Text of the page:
“The ruling was welcomed by most MEPs, who will now have the powers to pass criminal law and not just civil law. Chris Davies, the leader of the Liberal Democrats in Europe, said: “Europe needs an umpire to ensure fair play between member states and to dismiss the cheats. The European Commission is the only body that comes close to fitting that role.”

  4. It’s the new style of governance.

    While Tony Blair’s government churns out more and more new business regulations, extends employment rights and makes the tax code ever more complex, Blair turns up at his press conferences to denounce red tape and say that he is setting up cabinet committees to axe unnecessary regulation. Brown in budget speeches announces massive forthcoming cuts in the civil service and moving swathes of the civil service out of London – in fact, only 18% of the civil service worked in London anyway and only some 12% in central London.

    With all that, there is much sound of (canned?) applause off-stage for all this cutting of red tape and demanning the civil service but what actually happens?

  5. “Brown in budget speeches announces massive forthcoming cuts in the civil service”

    Yes, and you can ‘double-spin’ (although not I imagine ‘tailspin’) by saying that your unemployment figures are a bit worse due to government efficiency rules. According to Bloomberg this morning:

    Blair and Chancellor of the Exchequer Gordon Brown may be damping the labor market through their own attempts to control government hiring. In July, Brown pledged last year to reduce the size of the public sector workforce, in part by shedding 84,150 civil service jobs.

    Also, I think you need to watch for the ‘anti-spin’. The Times yesterday was lambasting Brown for Britain slipping in the World Bank’s doing business report:

    “Britain has slipped back in the race to be the best country in the world for doing business”, which was “a blow to Gordon Brown’s claims to be boosting Britain’s competitiveness”.

    In fact, as New Economist points out, the slippage was due to te inclusion of three new indicator categories.

    the UK had the fourth best average ranking – suggesting, if anything, an improvement on last year’s rankings (though some methodologies have changed).

    So at the end of the day they aren’t doing anything like as badly as most of the rest (if you want to put it that way).

  6. Laws will be axed if legislation can be better left to member states
    Does this mean, that Brussels has finally discovered what this often mentioned subsidary principle is all about ?

  7. “Does this mean, that Brussels has finally discovered what this often mentioned subsidary principle is all about ?”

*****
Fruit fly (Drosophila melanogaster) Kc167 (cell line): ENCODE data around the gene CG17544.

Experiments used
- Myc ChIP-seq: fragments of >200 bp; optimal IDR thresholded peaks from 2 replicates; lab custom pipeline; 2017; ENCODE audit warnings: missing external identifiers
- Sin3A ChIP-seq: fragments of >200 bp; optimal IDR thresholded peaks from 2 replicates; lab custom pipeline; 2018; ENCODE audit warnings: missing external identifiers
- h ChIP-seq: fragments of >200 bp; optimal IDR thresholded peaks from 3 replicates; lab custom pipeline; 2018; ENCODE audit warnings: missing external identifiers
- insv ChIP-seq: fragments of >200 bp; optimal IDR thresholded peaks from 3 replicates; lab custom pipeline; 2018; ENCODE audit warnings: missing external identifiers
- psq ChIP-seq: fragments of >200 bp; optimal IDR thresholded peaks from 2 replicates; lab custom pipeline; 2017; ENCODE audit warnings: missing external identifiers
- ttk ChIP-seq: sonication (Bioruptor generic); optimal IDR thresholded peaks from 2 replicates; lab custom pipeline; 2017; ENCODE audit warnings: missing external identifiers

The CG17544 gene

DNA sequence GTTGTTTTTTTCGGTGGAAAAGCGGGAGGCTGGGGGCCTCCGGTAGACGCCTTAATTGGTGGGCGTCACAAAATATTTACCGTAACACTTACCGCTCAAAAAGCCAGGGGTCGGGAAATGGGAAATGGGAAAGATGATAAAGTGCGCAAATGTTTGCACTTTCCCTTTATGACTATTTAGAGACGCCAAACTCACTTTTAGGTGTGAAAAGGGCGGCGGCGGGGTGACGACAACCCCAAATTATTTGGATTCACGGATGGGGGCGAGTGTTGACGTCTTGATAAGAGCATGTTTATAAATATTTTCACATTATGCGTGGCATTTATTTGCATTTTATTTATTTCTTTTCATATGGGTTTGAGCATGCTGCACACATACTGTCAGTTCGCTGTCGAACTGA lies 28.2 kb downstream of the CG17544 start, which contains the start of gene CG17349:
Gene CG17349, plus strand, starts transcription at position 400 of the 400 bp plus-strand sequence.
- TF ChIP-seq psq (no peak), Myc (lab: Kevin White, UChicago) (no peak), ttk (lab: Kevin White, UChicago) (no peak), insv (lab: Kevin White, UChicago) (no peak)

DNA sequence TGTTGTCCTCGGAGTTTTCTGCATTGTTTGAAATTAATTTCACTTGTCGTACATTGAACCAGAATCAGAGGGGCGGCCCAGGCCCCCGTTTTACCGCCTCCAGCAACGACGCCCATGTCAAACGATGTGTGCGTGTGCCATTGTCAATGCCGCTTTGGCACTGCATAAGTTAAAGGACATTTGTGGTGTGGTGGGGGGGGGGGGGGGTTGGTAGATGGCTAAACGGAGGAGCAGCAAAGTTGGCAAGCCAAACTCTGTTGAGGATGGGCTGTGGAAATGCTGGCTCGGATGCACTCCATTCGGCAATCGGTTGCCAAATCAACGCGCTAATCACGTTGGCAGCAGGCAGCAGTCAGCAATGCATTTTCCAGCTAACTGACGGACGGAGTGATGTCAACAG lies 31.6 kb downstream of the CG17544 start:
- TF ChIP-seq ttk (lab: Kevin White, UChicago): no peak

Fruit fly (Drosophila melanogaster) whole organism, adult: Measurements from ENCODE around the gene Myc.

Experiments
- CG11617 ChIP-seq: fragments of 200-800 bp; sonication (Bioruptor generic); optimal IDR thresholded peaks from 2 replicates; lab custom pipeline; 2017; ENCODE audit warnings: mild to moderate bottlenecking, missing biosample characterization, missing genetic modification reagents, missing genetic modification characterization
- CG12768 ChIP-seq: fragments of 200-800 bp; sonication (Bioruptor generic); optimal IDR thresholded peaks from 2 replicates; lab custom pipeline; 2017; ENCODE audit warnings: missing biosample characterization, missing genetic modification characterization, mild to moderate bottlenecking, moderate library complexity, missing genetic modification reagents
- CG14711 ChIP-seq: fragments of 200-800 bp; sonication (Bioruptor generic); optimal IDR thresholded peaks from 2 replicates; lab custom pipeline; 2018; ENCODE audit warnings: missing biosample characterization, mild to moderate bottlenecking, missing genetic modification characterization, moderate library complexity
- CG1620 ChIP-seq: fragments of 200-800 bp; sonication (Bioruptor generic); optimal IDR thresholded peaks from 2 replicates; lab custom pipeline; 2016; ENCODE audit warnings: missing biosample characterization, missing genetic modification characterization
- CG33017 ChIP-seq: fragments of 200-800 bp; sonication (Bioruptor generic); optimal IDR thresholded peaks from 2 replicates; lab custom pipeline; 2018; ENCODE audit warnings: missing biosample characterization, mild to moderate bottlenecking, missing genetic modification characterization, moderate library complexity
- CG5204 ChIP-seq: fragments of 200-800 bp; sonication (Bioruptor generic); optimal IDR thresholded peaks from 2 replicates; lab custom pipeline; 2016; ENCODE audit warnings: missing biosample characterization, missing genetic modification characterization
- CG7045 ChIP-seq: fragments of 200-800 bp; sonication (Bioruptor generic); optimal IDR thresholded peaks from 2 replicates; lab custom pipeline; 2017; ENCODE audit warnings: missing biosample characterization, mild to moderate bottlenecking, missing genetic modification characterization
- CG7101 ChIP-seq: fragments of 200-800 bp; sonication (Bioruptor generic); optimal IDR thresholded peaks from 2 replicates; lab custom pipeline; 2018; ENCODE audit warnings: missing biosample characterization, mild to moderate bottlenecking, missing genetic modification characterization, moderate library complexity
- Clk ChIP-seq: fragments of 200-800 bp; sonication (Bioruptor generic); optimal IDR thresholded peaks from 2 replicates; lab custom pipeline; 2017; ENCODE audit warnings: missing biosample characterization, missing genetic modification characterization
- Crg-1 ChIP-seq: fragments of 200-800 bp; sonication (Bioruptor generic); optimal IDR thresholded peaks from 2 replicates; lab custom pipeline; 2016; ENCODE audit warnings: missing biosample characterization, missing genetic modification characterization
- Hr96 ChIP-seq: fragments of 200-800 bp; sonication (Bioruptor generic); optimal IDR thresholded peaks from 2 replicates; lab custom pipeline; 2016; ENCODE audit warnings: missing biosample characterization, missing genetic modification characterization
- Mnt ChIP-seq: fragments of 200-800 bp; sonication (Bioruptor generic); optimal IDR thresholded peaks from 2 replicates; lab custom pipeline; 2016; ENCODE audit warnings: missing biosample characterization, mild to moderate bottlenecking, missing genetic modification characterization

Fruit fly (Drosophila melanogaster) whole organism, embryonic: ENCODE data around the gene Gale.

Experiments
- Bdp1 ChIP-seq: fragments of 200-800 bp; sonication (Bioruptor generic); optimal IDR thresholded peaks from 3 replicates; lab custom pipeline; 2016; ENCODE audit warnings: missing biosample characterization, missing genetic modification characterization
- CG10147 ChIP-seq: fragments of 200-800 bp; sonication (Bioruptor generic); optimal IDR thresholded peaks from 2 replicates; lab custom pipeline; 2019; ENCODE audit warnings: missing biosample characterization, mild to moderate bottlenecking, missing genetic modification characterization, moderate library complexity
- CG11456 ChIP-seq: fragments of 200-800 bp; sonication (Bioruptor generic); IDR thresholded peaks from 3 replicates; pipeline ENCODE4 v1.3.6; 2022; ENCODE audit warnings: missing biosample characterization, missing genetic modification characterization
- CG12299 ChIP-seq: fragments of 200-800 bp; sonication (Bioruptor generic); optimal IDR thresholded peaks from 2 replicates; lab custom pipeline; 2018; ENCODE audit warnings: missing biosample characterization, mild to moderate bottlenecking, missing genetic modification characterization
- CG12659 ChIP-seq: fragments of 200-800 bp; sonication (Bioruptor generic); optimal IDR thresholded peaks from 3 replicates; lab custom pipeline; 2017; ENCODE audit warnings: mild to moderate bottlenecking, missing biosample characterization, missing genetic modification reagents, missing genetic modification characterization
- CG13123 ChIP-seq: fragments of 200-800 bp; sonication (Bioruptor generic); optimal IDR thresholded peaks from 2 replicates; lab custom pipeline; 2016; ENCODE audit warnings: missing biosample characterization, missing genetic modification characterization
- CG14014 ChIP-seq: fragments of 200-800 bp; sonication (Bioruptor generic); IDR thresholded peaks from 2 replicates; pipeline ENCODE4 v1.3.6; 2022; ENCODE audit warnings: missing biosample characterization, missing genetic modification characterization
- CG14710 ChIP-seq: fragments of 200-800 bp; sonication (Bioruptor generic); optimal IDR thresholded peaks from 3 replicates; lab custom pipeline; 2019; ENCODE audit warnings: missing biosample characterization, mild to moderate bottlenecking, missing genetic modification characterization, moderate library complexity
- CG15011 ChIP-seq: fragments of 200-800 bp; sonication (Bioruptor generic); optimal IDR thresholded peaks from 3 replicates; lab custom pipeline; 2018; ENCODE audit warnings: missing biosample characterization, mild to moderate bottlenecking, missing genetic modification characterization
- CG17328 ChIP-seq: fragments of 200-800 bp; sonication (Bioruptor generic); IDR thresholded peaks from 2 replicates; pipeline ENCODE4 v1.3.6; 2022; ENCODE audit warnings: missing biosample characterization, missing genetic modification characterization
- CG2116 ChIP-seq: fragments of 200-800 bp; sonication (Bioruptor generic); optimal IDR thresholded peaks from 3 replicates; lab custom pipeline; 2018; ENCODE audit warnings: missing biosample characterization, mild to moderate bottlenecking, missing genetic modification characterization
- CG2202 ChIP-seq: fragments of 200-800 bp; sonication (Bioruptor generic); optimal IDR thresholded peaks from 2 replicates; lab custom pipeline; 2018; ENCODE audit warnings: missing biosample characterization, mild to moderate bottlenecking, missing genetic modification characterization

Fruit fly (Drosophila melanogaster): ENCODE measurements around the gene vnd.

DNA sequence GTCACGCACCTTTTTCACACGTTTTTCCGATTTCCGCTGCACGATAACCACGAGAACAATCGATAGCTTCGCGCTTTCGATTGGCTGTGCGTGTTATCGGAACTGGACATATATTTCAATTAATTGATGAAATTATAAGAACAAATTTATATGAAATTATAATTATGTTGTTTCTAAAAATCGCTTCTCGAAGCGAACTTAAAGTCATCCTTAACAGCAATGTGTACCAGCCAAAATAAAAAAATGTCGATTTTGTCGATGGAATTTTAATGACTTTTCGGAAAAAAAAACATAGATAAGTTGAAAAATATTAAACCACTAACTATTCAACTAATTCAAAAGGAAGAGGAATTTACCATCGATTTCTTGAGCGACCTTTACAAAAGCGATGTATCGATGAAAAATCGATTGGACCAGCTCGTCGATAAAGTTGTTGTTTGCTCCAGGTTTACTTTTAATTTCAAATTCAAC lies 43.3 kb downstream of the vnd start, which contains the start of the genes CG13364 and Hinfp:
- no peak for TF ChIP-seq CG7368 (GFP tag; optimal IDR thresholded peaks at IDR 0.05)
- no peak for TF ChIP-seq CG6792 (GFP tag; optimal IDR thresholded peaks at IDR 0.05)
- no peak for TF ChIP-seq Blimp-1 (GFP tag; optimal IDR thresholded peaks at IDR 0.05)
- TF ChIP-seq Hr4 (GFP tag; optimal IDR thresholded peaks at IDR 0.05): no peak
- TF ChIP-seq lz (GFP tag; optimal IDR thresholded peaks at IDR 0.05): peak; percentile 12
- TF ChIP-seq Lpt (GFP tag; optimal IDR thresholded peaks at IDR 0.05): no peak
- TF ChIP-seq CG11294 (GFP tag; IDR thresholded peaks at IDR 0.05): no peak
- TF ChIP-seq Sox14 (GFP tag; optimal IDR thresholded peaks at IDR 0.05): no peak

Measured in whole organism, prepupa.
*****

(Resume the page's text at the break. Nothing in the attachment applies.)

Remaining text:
Well I don’t think we’re there yet, not by a long way, but I do think this is a step in the right direction, and as such should be welcomed.

    It’s all a question really of whether you want to see the EU seriously reformed, or whether you’re pretty much happy with the way it is since it forms a handy target to sling mud at.

    I want a better EU, so I’ll go with Barroso.

    There is an interesting development reported today in the EU Observer (@ bob among others):


    Trade union leader John Monks has lashed out at Barroso for putting the ‘social europe’ in danger, and the main case he cites is the so-called ‘sunlight law’.

    Now back to curlywurly and subsidiarity, I actually don’t think it is so stupid to at least make people aware of the dangers of excessive exposure to sunlight (especially in the southern europe context). The health risks here seem to me to be not a minor issue, but I don’t think this is a matter for EU-wide legislation.

    I think the gay marriage (or the anti smoking) model is far the best one in these cases. Let those countries who take the issue seriously lead the way, and then, if the issue is ‘serious’ and not ‘frivolous’ the laggards will follow on eventually.

    Getting the EU out of the middle on many of these issues may well be the best way to get results. There’s a lot of talk of federalism in the EU context, but US federalism doesn’t work in this way at all. So it’s a rethink at this level that I personally would favour: I would like to see a genuinely federalist and decentralised Europe, and one which rested more on the regions than on the nation states (but I think this is a much longer term possibility).

  8. In fact, the word federal means exactly the opposite in British discourse on the EU to what it does anywhere else – we use it to mean a strong centralised government, whereas federalism everywhere else and throughout history has meant the devolution and restriction of central government powers relative to smaller entities who constitute the central government.